So why such an outburst of feminist fury at Jill Abramson's getting sacked for displeasing the man who owns the place? Men have been similarly sacked for not measuring up to a publisher's expectations. That's the way the world works. Why the feminist attack on Mr. Rove for conducting political business as usual? Can't a woman in the arena take it just like a man?

It's hard to believe that Arthur Sulzberger Jr., the man in charge at The New York Times, would put the reputation of his newspaper, particularly with the feminists at the core of the paper's constituency, on the line. He hired Ms. Abramson because she was a tough cookie, and she presided over the newspaper as it won eight Pulitzer Prizes. When she was dismissed, there were as many women in senior positions at the newspaper as men. Mr. Sulzberger is unlikely a male chauvinist pig.

The arguments of feminists are weakened when the sisterhood confronts personal problems, particularly in highly public jobs with everyone watching, with lame excuses recalled from the bad old days of the prevailing patriarchy.

The sisters attacked Mr. Rove that way, too, when he questioned Mrs. Clinton's health after a fall, a blood clot in the head, the need to wear glasses for double vision, which are often prescribed for traumatic brain injury, and bouts of being "indisposed." Bubba himself gave the story legs when he said her recovery from a terrible concussion "required six months of very serious work," in sharp contrast to the State Department spin that her recovery required days and weeks, not months. Mr. Rove is an instinctive and rough political animal with sharp elbows and likes to use them, but it's silly to characterize his remarks, as some women have done, as throwback suggestions that women are emotionally unstable, hysterical creatures with weak minds who need smelling salts and fainting couches to deal with life. Women become their own enemies when they transform specific personal problems into a generalized "woman problem."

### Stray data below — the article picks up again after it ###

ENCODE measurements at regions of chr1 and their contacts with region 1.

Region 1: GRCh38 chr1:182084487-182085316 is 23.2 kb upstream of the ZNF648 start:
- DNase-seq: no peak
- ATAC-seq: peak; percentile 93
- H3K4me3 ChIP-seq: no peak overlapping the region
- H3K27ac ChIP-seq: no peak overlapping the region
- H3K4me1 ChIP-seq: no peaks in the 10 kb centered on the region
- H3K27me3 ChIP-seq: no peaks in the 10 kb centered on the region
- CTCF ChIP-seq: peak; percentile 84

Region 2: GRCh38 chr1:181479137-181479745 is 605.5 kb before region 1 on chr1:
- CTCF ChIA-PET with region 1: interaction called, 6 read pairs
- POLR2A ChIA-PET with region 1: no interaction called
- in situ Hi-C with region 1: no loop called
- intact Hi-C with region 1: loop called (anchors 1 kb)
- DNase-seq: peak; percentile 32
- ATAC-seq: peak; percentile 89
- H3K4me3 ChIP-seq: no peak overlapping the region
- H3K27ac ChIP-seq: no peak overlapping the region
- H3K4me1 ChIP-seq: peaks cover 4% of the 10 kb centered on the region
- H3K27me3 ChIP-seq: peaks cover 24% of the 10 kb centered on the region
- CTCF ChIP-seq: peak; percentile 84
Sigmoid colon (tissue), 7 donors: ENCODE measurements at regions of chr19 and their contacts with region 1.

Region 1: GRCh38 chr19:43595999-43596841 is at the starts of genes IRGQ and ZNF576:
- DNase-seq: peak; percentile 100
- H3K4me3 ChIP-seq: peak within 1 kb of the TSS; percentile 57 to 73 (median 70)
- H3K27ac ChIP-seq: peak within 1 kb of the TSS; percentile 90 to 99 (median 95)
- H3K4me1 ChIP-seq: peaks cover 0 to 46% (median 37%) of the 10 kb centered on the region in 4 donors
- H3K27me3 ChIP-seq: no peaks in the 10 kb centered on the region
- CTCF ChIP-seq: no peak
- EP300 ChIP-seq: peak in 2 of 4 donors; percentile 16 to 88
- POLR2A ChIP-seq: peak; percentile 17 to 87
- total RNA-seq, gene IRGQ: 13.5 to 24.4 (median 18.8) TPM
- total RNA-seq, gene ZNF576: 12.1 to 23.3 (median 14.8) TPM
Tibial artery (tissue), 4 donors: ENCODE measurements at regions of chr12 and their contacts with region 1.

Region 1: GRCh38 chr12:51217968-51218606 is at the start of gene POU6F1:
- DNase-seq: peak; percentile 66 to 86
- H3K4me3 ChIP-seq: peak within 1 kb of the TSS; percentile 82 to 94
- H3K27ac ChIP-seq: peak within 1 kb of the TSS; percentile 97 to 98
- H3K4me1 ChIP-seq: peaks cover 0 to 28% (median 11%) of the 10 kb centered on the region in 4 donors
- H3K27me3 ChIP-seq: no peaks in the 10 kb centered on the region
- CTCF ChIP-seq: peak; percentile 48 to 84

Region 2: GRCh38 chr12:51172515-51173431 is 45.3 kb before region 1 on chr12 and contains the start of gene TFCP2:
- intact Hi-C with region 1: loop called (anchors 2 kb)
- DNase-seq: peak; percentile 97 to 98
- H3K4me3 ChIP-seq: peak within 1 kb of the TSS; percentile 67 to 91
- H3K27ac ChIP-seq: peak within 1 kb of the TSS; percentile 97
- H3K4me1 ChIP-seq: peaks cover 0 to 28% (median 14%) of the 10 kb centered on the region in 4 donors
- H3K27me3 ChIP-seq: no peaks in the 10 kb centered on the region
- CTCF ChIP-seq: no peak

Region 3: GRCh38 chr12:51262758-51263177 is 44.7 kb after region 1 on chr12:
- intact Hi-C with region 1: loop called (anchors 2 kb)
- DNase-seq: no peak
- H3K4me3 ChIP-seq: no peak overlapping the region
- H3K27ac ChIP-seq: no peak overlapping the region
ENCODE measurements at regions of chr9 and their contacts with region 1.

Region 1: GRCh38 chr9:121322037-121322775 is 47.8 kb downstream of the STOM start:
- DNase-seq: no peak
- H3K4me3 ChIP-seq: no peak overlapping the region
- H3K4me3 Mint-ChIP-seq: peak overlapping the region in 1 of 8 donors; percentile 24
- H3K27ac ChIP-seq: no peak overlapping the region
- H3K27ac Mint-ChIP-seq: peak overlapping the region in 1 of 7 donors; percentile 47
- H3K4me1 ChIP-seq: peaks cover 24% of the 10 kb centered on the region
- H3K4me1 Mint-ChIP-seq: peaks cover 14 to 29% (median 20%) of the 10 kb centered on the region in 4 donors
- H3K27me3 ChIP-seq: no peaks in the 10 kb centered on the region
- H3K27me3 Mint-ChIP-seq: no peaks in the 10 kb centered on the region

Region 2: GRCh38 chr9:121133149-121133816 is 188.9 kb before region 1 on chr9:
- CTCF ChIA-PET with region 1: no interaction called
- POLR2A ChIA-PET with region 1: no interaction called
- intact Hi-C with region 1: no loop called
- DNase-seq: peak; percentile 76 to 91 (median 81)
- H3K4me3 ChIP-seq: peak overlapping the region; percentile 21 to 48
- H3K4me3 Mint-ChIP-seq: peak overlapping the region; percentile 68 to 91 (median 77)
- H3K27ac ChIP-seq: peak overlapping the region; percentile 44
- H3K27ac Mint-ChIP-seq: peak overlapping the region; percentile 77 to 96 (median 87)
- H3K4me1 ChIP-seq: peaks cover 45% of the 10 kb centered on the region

"Whatever the facts of Abramson's departure, it exposed in a raw way the reservoirs of resentment, hurt and mistrust that women feel at work," writes Amanda Bennett, former editor of The Philadelphia Inquirer, in The Washington Post. Reservoirs of resentment. Dear little thing. Really?

What's fascinating in these public discussions is the way feminists frame the terms of the argument. Comfortable or not, like it or not, what's good for the goose is good for the gander. Women must be as tough as men when under attack. When their trump card is the victim card, they're playing with a marked deck that exposes weakness.

A glance at the best-selling self-help books are less about overcoming old obstacles than about learning the newest tricks of the trade and how to use them like a man to climb the career ladder. Women who have made it need no straw women to run interference when they get into trouble. Double standards and "gender-coded criticism" does them neither credit nor good.

"Aggressive" can be applied to both men and women in the workplace -- for better and for worse, depending on how it's packaged. "The world," sang Bob Dylan, "it is a changin'." But that's the old news. The world has changed already, and that's the important lesson many women still have to learn.

Suzanne Fields Archives

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© 2006, Creators Syndicate, Suzanne Fields